That’s the sort of growth that’s given Millennial valuation estimates near $1 billion. Expect that valuation to keep growing, too, as smart phones cannibalize traditional cellphones. Millennial’s in a sweet spot, and I suspect investors wouldn’t mind buying shares in the company and going along for the ride.



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3 reasons to buy stock in Zillow’s IPO

Zillow’s IPO looks attractive thanks to the company’s focus on social media, mobile apps and a marketing niche with very deep pockets. Here are three solid reasons to consider adding Zillow stock to your portfolio.

With a database chock full of more than 1 million houses, it’s safe to say Zillow’s close to logging data on every house in the country. As of the 2009 census, there were 129,969,653 “housing units” in the U.S. (and that figure includes apartments and mobile homes).

That depth of data has made Zillow one of the most popular Web sites on the Internet. Alexa.com ranks Zillow as the 138th most-visited Web site in the country and the 677th most-visited site in the world. It’s safe to assume that a sizable chunk of the site’s 19 million+ monthly unique visitors are in the market for a house, and that makes Zillow a real estate agent’s wet dream.

On the heels of Zillow’s IPO filing yesterday, here are three reasons to consider adding the company’s shares to your portfolio when they hit the exchange:

1) It’s a buyer’s market? Even as we slog through one of the worst housing markets in decades, revenue at Zillow jumped 74 percent last year to $30.5 million. The company’s still not profitable as it booked losses of $6.8 million last year. Still, those losses are getting smaller. In 2009, Zillow lost $12.9 million. In 2008, the damage was $21.8 million. Should the housing market recover in the next few years, Zillow should quickly vault into the green and stay there for good.

2) Bountiful traffic. Based on March’s numbers (19.4 million unique visitors online and via apps), Zillow’s traffic is on pace for year-over-year gains of more than 90 percent. In a recent post titled Should you invest in a Zillow IPO? I pointed out just how dominate the company is in the real estate listing space:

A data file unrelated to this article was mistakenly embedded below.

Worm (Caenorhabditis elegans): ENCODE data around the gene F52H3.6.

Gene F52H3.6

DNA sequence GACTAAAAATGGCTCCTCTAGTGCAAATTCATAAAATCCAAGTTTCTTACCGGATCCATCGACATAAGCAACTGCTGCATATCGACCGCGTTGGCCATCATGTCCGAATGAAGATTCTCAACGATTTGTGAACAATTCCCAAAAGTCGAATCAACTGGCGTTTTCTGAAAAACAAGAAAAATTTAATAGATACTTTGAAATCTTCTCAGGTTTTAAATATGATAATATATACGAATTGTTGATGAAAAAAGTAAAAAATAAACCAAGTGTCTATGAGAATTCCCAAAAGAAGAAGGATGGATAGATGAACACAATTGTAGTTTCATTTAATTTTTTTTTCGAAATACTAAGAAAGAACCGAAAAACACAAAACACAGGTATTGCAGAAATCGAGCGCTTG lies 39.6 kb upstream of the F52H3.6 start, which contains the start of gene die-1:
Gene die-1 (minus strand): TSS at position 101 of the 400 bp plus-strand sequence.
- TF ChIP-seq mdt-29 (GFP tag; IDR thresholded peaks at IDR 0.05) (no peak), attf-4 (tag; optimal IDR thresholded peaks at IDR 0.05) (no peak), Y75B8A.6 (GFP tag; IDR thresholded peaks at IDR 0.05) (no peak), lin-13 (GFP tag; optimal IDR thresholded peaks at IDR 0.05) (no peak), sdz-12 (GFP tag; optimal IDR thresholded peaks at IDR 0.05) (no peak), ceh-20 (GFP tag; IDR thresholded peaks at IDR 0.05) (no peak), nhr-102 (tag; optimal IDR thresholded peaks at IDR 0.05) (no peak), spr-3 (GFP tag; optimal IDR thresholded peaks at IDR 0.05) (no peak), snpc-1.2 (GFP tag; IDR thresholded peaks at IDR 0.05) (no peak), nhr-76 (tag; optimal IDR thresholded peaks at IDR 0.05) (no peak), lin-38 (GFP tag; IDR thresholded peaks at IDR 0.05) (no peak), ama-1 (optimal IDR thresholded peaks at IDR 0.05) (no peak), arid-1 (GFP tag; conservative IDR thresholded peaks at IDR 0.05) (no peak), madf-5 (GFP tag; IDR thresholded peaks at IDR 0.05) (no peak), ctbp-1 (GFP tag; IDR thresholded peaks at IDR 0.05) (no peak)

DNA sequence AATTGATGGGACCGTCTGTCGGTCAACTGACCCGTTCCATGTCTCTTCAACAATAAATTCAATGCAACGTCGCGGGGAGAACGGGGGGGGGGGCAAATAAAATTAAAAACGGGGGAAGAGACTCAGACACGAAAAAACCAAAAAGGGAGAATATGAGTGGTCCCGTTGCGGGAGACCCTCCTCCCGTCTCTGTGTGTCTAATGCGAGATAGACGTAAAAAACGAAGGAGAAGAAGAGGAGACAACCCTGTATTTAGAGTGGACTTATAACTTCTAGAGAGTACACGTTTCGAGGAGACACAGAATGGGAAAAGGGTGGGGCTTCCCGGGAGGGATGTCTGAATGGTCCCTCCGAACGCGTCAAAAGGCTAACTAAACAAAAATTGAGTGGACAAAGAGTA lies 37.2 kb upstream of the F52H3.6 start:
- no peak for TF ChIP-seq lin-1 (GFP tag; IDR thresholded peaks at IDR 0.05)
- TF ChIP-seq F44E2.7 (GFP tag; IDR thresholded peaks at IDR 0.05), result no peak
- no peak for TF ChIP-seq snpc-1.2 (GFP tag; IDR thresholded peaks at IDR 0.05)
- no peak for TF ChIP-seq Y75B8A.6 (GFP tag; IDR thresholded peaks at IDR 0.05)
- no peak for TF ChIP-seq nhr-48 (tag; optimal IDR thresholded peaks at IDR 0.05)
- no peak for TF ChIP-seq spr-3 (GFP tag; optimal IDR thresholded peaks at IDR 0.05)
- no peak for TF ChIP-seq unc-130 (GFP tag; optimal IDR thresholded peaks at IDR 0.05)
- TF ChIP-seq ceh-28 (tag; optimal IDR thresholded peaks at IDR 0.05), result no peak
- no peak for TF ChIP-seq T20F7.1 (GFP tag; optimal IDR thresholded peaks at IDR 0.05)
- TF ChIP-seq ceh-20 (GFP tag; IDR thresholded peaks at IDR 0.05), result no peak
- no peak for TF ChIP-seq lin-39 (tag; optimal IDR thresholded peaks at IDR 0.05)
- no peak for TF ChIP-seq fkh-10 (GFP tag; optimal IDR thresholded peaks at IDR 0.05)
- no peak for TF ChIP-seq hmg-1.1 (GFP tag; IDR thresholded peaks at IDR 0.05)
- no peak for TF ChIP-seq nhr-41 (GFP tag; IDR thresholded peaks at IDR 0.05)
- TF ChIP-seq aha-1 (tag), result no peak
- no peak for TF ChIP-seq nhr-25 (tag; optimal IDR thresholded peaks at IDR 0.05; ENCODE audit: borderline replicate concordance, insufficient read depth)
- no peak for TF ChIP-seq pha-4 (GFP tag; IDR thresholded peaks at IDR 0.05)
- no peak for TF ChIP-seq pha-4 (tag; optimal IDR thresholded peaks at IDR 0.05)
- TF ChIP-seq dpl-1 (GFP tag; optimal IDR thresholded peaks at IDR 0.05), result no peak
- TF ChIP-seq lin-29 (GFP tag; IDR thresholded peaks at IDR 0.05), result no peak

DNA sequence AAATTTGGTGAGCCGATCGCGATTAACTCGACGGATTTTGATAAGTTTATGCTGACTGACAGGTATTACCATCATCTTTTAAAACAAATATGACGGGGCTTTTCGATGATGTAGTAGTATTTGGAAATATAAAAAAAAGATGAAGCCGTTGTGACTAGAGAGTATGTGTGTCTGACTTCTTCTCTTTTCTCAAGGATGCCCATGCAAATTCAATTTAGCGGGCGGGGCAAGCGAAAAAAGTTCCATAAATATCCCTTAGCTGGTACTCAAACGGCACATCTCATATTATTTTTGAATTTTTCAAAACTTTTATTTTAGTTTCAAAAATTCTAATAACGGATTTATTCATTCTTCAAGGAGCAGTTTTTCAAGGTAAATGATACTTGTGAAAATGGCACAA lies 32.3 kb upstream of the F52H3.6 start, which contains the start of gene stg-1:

Zillow’s biggest competition for eyeballs probably comes from Craigslist.org – a free classifieds site that doesn’t even sell ads. On top of that, Craigslist seems to cater more to apartments and rentals. That makes Zillow one of the primary stepping off points for home buyers. It’s getting to the point where it will soon be indispensable to Realtors – if it isn’t there already.

3) Zesty acquisitions. Five weeks ago, Zillow announced that it had acquired Postlets.com. Postlets helps sellers post their properties and rentals on 13 popular classified and social networking sites including Craigslist and Facebook.

Postlet’s had more than 500,000 users as of January 2010, and the site offers a freemium model that could drive up Zillow’s number of paying subscribers. Founded in 2005, Postlets quickly became the de facto tool for agents, property managers and landlords looking for free ways to promote their listings. Expect more acquisitions down the pike as Zillow looks to solidify it’s spot as the Web’s No. 1 real estate listing site.

Despite the company’s promising trends, some investors are scratching their heads about the timing of the IPO.

“There had been a lot of people who were hoping that Zillow, at some point, would go public,” Scott Sweet, senior managing partner of IPOBoutique.com, tells ABC News. “It is not a particularly good time right now.”

Fred’s Best Guess: If you’ve never spent time on Zillow looking up how valuable the homes of your friends and family are, I’d be willing to bet you’ll be just that bored sometime in the future. The verb “Zillowing” will never have the cachet of “Googling” someone, but it’s undeniable that Zillow’s quickly become a leader in the online real estate listing business. The company’s got experienced leadership, too, in CEO Spencer Rascoff who helped Hotwire.com grow itself into a $675 million acquisition in 2003. Expect Rascoff to continue making smart acquisitions that focus on social media. That should help Zillow stay ahead of its competition and continue pulling in ever-larger piles of cash.

Zillow might not be as sexy as a RenRen.com, but it targets a niche with very deep wallets. I expect the company to become profitable quickly and to continue growing rapidly for several years. Couple that with a housing recovery in the next few years, and you’re probably looking at some phenomenal growth rates. All that said, I just don’t see shares in Zillow rising in a straight line – particularly since it may take three or four quarters for the company to turn a profit. Give it three to six months to sell-off after its IPO and buy.